Lesson. A Borrower’s UCC damages arising out of a secured lender’s breach of the peace can be reduced by the loan deficiency, assuming the disposition of the collateral was commercially reasonable.
Case cite. Horizon Bank v. Huizar, 2021 Ind. App. LEXIS 317 (Ct. App. Oct. 13, 2021)
Legal issue. Whether Borrower’s damages under Indiana Code § 26-1-9.1-625(c)(2) can be reduced be a deficiency owed under the loan.
Vital facts. Please review my 12/10/21 post, which discusses the liability aspects of the Huizar case and serves as an introduction to today’s post.
Following the repossession, Lender sold the vehicle at an auction house that had been in existence for at least twenty-six years. Lender’s employee testified that he had attended such auctions for that period of time and determined when prices will be accepted. In this case, the vehicle sold for $16,000, which left a deficiency of $7,679.08 on the loan amount.
Based upon the trial court’s reading of the applicable Indiana statute, the trial court calculated Borrower’s damages based upon the underlying facts:
10% of amount financed: $2,276.79 ($22,676.93 x .10)
+ a finance charge: $8,482.32
The court then reduced that amount by $7,679.08 (the deficiency), which the court rules “was part of [Borrower’s] relief.” The final result was an award of UCC damages of $3,080.03.
Procedural history. The trial court found that Lender’s auction of the repossessed vehicle was conducted in a commercially reasonable manner. In turn, the court applied the deficiency amount of $7,679.08. Borrower appealed those aspects of the trial court’s judgment.
UCC Damages Statutes.
I.C. § 26-1-9.1-625(b) states: “a person is liable for damages in the amount of any loss caused by a failure to comply" with the UCC.
"Damages for violation of the requirements of [the UCC] are those reasonably calculated to put an eligible claimant in the position that it would have occupied had no violation occurred." I.C. § 26-1-9.1-625, cmt. 3.
I.C. § 26-1-9.1-625(c)(2) provides that, if the loan collateral is consumer goods, then the debtor may recover "the credit service charge plus ten percent (10%) of the principal amount of the obligation or the time-price differential plus ten percent (10%) of the cash price."
However, secured lenders are not liable under section 625(c)(2) more than once with respect to any one secured obligation. I.C. § 26-1-9.1-628(e).
Disposition (Liquidation) Laws.
Under the UCC, secured creditors have the burden of establishing that the disposition of the collateral was proper. I.C. § 26-1-9.1-626(2).
Under I.C. § 26-1-9.1-627(b), disposition is made in a commercially reasonable manner if made:
- in the usual manner on any recognized market;
- at the price current in any recognized market at the time of the disposition; or
- otherwise in conformity with reasonable commercial practices among dealers in the type of property that was the subject of the disposition.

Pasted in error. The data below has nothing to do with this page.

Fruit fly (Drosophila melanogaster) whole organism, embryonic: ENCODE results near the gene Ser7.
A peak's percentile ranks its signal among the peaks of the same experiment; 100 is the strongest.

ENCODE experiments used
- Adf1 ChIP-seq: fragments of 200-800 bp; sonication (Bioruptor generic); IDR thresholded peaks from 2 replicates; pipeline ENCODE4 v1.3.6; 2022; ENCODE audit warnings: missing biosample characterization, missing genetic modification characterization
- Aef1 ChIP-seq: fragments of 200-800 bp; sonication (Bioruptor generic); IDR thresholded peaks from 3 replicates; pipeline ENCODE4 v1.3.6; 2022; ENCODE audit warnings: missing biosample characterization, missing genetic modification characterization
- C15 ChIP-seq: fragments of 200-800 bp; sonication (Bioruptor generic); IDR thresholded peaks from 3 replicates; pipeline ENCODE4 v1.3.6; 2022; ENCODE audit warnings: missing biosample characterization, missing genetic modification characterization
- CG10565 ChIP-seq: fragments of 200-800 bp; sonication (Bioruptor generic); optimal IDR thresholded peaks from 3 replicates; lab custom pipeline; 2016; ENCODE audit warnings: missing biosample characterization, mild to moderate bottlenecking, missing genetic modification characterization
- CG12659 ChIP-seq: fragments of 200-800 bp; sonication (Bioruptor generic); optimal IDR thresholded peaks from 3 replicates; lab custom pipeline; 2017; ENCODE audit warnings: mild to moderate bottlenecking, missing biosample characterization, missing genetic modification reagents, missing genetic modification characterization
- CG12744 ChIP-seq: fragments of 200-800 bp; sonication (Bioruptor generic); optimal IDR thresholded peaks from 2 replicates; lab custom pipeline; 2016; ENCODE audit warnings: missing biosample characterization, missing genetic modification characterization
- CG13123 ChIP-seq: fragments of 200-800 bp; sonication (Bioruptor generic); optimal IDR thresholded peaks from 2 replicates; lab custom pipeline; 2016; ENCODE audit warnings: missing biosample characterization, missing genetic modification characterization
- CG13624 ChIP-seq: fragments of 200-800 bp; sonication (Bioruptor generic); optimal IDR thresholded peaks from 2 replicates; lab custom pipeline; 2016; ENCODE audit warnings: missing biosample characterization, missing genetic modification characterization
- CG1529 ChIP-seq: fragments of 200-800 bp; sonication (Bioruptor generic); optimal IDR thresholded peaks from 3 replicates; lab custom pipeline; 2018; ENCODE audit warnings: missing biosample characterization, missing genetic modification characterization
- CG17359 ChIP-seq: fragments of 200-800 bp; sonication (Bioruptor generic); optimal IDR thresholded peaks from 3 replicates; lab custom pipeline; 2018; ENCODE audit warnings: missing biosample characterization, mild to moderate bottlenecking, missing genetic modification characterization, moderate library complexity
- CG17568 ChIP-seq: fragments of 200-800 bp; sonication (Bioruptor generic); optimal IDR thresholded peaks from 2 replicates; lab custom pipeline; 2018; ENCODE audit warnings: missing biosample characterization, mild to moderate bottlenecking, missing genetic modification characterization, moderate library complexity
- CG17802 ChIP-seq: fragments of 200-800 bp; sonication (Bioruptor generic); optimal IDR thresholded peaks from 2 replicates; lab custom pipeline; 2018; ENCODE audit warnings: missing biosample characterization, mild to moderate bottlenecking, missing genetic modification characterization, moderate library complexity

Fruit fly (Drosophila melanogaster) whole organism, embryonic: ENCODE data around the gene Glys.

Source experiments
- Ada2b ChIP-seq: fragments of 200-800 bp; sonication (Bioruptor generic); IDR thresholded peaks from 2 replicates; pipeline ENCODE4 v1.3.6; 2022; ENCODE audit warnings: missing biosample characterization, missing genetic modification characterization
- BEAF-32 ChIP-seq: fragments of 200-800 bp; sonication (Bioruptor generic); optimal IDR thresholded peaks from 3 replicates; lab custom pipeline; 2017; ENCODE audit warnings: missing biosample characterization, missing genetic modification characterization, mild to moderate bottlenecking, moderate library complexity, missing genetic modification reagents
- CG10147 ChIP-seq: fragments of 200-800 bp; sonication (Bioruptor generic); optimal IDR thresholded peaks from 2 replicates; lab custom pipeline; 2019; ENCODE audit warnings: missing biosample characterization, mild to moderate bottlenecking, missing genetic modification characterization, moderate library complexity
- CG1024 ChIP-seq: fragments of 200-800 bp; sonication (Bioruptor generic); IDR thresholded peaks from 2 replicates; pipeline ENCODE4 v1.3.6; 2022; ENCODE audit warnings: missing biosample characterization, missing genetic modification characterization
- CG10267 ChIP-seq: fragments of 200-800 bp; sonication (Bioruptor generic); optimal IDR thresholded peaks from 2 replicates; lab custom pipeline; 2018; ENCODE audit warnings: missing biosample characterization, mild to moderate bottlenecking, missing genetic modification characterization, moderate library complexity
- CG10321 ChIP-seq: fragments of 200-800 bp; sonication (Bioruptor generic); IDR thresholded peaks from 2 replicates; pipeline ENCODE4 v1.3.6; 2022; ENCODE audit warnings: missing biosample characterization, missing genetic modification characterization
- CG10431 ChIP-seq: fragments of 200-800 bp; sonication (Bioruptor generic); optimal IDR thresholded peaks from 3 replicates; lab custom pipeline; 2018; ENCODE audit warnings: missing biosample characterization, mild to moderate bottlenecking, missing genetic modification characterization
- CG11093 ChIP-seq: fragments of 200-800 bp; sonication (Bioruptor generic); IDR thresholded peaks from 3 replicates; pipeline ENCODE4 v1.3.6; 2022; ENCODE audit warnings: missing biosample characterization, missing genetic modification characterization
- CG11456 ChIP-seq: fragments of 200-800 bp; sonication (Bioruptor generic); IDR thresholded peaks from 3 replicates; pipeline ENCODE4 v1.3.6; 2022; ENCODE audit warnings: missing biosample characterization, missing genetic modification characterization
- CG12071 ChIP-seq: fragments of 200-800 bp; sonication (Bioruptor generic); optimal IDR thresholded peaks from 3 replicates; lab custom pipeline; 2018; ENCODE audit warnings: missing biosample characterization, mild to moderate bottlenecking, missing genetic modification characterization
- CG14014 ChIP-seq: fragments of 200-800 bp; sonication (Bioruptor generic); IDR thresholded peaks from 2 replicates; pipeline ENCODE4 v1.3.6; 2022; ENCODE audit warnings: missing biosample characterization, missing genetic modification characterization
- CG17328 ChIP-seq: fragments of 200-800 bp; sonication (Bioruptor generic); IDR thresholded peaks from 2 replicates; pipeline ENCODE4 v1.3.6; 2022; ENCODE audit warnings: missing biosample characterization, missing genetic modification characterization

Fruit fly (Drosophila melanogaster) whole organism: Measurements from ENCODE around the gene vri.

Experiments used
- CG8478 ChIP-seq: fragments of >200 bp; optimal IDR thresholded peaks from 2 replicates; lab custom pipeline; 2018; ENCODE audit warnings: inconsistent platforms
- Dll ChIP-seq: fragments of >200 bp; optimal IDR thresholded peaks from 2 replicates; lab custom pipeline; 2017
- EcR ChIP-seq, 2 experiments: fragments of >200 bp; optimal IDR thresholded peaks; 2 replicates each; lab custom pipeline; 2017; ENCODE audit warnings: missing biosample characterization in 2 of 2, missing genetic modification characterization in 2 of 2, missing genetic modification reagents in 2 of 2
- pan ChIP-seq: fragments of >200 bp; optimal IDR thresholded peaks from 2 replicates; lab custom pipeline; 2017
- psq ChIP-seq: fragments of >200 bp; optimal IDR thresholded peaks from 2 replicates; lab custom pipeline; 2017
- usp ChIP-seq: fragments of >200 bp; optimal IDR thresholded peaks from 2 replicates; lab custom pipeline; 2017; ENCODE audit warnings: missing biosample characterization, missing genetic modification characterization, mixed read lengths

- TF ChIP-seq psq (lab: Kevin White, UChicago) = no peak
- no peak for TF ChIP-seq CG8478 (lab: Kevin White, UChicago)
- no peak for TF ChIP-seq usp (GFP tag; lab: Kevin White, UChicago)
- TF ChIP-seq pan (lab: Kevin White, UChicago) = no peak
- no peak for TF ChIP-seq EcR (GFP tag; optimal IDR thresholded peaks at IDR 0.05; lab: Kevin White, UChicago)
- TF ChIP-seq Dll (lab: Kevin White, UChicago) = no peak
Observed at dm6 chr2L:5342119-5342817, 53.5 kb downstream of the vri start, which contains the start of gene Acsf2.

Subsection (b) states that: “the fact that a greater amount could have been obtained . . . is not of itself sufficient to preclude the secured party from establishing" that the disposition was commercially reasonable.”
Indiana cases provide that collateral sold in the usual manner in a recognized market for such goods is presumed to be proper. Under Indiana law, “a sale or disposal of collateral to a dealer or on a wholesale market or auction” is deemed to be commercially reasonable.
Holding. The Indiana Court of Appeals affirmed the trial court’s UCC damages award.
Policy/rationale. Borrower argued that the UCC’s minimum statutory damages under I.C. § 26-1-9.1-625(c)(2) cannot be reduced. Based upon the UCC and Indiana case law, however, the Court rejected the argument. The Court reasoned that, by not reducing the damages, Lender would be penalized through an automatic forfeiture of the deficiency judgment. In other words, Borrower would receive a kind of windfall.
Borrower next contended that his damages could not be reduced because Lender failed to prove it was entitled to a deficiency. The Court pointed out that that the vehicle was sold at auction, with no evidence that Lender executed the sale in bad faith. Accordingly, the Court determined that the trial court did not abuse its discretion in finding that the deficiency judgment was commercially reasonable.
I represent judgment creditors and lenders, as well as their mortgage loan servicers, entangled in loan-related disputes. If you need assistance with a similar matter, please call me at 317-639-6151 or email me at email@example.com. Also, don’t forget that you can follow me on Twitter @JohnDWaller or on LinkedIn, or you can subscribe to posts via RSS or email as noted on my home page.